28th Annual Forum on International Tax Withholding & Information Reporting - Tax and Legal blog

28th Annual Forum on International Tax Withholding & Information Reporting

On 9 and 10 June, the 28th Annual Forum on International Tax Withholding & Information Reporting, generally referred to as the Executive Enterprise Institute or EEI Conference, took place in New York. This year’s EEI Conference consisted of eleven panels, ranging across the multiple U.S. withholding and reporting regimes as well as targeted updates on the Department of Justice’s investigations into an array of tax-related activities. Panelists included representatives from industry (primarily, large custodial banks with U.S. operations), professional tax advisors and software vendors as well as IRS officials.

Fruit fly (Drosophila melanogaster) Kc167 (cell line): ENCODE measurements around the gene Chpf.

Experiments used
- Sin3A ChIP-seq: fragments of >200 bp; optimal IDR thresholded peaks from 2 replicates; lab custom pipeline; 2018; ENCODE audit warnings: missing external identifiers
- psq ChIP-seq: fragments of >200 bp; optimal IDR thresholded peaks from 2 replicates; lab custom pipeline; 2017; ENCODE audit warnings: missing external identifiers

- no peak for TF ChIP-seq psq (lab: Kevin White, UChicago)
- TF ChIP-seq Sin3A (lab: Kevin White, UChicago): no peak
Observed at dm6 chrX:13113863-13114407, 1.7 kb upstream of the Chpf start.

Highlights from the event are set forth below, segmented by topic.

IRS Forms and Publications

  • Revised Form W-BEN-E: The IRS clarified that the revised Form will not become mandatory until 1 November (and that date may be deferred as well). Accordingly, they indicated that the new sections (notably, the new Limitation on Benefits section) need not be validated until that date. Versions of the new Form submitted prior to that date need only be validated for fields and sections on the expiring version of the Form. The IRS representatives also indicated that the treaty statements under the new QI Agreement (see below) would include similar sections.